From lakes to woodland, this is a great walk for bird spotting.
About the walk
Start point: Horseshoe Lake car park, Mill Lane, Yateley. SU 820620
Distance: 6 km / 3.5 miles
Walk time: 1 hour 45 minutes
Terrain: Some slopes and uneven ground, can be wet and muddy.
Rail to Trail: from Crowthorne Station, turn right along footpath past modern offices. At railway bridge turn left and then right to follow fenced path beside sports field. Just after entering woodland turn right through metal gate to cross railway line, into Ambarrow Hill. Continue until just before road turns left signed 'Ambarrow Court' leading to car park. Cross the A321 and take the path straight onto Ambarrow Lane. Start walk at point 9.
Moor Green Lakes Nature Reserve
Horseshoe Lake, which covers about nine hectares, is named after its horseshoe-shaped island. The site is part of an extensive network of gravel pits that have now been flooded and offer a range of watersports to people of all abilities. The lake is also home to a wide variety of birds, including winter visitors and breeding birds.
- 1. From the car park turn left and follow the path to the boardwalk, then bear right to join the Blackwater Valley Path. Follow the Path keeping the river to your left and a series of lakes to your right. The first lake is Horseshoe Lake, next comes Grove Lake with a bird hide available to members of the Moor Green Lakes Group.
- 2. After passing a wooden bridge over the river to the left, take a path to the right, leaving the Blackwater Valley Path which continues along the river. Continue along the path past a second bird hide, until you reach the Moor Green Lakes Nature Reserve car park.
- 3. Cross the car park and turn left into Lower Sandhurst Road. Proceed along the road, until the first turning on the right, Dell Road.
- 4. Continue along Dell Road then just beyond the second property turn right at a wooden barrier. This will take you into Finchampstead Ridges, which is an area of National Trust woodland.
Finchampstead Ridges was one of the National Trust's earliest acquisitions. The first 24 hectares of woodland were purchased by public subscription in 1913 for £3,000. Prior to that it was part of the Bearwood Estate owned by Mr. John WaIter, a Berkshire MP and proprietor of The Times newspaper. In 1863 Mr. Waiter had constructed the Wellingtonia Avenue, still a splendid sight today. In more recent years, gifts of adjoining woodland have increased the area to 56 hectares, with over 60 species of birds recorded.
- 5. Follow the raised footpath next to the ditch. Continue straight along this path ignoring any turns to the left or right. Where the path rises go straight on, then the path soon descends and passes to the right of Spout Pond.
- 6. After Spout Pond continue up a slope. At the top of the slope turn right and pass through a barrier. Then turn immediately left up a rising drive, Drift Lane. Follow the lane as it bends and continue heading uphill.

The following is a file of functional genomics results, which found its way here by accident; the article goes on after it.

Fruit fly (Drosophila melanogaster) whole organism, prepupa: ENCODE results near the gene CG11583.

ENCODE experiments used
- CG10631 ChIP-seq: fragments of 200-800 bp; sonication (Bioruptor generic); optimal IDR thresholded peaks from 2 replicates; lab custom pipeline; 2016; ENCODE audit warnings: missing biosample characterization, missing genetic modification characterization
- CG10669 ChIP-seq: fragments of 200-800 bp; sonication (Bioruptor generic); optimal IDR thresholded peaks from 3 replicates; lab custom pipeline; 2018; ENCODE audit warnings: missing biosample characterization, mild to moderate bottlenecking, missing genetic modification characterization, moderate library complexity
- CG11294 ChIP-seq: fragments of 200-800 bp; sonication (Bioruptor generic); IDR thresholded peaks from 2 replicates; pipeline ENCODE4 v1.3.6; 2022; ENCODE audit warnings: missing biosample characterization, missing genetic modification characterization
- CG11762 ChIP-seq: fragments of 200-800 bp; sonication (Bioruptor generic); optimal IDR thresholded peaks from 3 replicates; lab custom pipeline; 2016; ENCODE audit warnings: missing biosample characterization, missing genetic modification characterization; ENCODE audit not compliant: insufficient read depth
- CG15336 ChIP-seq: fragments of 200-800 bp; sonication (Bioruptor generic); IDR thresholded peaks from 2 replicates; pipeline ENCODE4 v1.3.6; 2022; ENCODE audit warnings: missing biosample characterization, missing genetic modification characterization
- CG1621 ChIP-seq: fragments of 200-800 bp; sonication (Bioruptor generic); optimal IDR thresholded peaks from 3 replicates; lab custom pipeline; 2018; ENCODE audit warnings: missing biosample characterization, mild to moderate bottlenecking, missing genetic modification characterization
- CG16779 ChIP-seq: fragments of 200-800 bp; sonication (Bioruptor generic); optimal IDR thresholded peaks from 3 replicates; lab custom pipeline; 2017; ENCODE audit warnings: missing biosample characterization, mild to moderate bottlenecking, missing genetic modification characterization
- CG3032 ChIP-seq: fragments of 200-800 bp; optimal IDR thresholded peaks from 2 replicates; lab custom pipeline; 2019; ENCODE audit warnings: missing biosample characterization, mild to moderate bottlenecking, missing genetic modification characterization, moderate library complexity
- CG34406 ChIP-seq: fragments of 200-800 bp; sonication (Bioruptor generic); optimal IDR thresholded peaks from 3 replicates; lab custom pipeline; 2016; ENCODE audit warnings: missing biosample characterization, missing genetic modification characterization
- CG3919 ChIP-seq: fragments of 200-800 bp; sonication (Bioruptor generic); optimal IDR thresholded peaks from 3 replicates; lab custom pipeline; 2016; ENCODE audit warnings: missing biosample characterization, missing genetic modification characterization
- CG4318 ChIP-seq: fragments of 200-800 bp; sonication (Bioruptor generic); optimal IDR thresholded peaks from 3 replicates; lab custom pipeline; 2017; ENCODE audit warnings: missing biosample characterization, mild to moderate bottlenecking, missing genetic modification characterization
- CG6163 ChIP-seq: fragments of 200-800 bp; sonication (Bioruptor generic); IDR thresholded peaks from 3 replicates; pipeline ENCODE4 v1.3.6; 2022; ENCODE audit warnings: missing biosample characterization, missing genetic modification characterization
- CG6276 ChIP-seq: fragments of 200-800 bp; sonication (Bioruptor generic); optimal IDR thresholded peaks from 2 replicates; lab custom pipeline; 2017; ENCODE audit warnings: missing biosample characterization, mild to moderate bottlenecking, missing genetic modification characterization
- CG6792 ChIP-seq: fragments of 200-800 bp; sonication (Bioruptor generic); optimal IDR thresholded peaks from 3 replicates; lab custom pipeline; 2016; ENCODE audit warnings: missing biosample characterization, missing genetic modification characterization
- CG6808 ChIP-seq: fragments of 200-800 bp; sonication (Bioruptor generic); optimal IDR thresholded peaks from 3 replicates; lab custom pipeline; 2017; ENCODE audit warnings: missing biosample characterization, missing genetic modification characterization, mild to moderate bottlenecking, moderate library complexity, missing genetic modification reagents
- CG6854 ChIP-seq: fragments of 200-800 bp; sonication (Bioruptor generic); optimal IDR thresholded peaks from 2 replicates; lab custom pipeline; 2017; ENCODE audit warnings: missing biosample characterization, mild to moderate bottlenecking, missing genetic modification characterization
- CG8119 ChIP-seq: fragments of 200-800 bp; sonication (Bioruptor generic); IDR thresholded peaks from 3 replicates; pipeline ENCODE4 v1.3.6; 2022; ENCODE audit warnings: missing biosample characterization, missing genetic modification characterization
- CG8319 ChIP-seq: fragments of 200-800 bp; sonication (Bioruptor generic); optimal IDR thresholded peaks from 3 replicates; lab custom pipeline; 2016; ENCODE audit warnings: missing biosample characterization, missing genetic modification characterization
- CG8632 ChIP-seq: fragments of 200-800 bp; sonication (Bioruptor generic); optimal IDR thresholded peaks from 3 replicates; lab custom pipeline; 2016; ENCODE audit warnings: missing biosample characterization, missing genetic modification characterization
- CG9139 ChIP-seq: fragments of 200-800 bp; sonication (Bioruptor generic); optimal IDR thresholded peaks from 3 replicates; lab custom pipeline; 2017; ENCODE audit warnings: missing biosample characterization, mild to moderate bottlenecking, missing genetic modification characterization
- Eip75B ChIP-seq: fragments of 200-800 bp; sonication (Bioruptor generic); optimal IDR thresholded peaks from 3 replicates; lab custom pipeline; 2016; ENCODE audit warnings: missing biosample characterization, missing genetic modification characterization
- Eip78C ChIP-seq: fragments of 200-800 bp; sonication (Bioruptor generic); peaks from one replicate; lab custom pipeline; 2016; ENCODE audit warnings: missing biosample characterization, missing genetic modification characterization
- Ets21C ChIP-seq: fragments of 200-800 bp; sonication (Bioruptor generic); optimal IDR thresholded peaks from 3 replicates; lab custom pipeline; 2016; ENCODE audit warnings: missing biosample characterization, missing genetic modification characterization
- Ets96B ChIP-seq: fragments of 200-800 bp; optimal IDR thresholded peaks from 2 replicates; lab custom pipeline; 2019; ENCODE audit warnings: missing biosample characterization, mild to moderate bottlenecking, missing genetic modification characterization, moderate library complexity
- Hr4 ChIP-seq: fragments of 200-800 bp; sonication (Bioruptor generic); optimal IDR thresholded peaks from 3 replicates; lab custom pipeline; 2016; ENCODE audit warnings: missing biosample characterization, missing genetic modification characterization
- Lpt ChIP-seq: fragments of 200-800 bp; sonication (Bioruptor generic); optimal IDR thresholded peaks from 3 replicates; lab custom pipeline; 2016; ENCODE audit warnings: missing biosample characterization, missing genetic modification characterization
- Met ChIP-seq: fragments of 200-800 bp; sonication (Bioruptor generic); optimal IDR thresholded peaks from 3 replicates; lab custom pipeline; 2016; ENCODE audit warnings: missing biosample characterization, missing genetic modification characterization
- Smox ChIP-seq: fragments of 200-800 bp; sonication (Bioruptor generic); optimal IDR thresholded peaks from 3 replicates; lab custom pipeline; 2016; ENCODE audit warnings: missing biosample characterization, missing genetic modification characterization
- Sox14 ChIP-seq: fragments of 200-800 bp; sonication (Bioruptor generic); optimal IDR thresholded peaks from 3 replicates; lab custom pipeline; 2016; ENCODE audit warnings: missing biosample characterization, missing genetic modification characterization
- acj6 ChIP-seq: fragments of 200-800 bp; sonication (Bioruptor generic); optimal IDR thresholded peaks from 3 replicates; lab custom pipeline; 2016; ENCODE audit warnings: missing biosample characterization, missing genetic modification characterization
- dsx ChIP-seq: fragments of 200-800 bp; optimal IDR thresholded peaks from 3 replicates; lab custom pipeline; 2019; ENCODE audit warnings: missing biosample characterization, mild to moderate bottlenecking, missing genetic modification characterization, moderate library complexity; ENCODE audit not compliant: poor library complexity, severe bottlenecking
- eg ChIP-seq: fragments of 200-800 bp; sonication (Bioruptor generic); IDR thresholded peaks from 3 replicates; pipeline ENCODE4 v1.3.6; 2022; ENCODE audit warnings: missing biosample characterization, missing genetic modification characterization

- 7. At the top of the second incline, by deep ditches, turn right along a signed woodland footpath. Then where there is a gap in the trees and a steep hill off to the right, bear left along a path which soon descends steeply into a gully. Continue along the enclosed path with a field on the right, which sweeps uphill towards Beech Hill.
The 1842 Tithe map shows that Bluebell Wood has remained virtually unchanged for over 160 years. The Bluebell is native only to the lands fringing the Atlantic. It was unknown to Greek and Roman botanists of the Mediterranean region, and as the early English herbalists based their work on these classical predecessors, the Bluebell is not mentioned in British herbals before 1548, even though it was certainly abundant then. The small white bulbs of the plant were used to make glue and as they contained starch were also used to stiffen the elaborate ruffs worn by gentlefolk in Elizabethan times. Nowadays Bluebells are protected and digging up bulbs is illegal. Take care when walking as trampling the leaves can kill the plant.
- 8. At a field gate on the right, the path widens and joins a gravel track, follow that to the left. Turn left along Ambarrow Lane and continue passing Ambarrow Lodge on the right.
Ambarrow Court was once managed as a Victorian country estate. The original house of 1855 has been demolished, but exotic species such as bamboo, large specimen trees and yew hedges from that time can still be seen. An extensive species list has been recorded at the site, with notable plants including Bluebells and associated spring woodland flowers, cuckoo flower, yellow rattle and mature cedars and Douglas firs. Important animals recorded include the stag beetle, noctule bat and glowworm.
Stag Beetles are the largest beetles in Britain. The male is easily recognised because of his mouthparts which resemble a stag's antlers. These are used to fight other males and cannot bite. The females are smaller and have very tiny antlers. Unfortunately, the number of Stag Beetles is declining in Britain, mainly due to the lack of woodland with damp decaying wood, which the females need to lay their eggs.
- 9. Where the road bears left, around a sharp corner, take the signed footpath on the right. Follow the path along a field edge. At the end of the second field cross the lane to join a gravel path which passes Horseshoe Lake. Continue through the Watersports Centre back to the car park.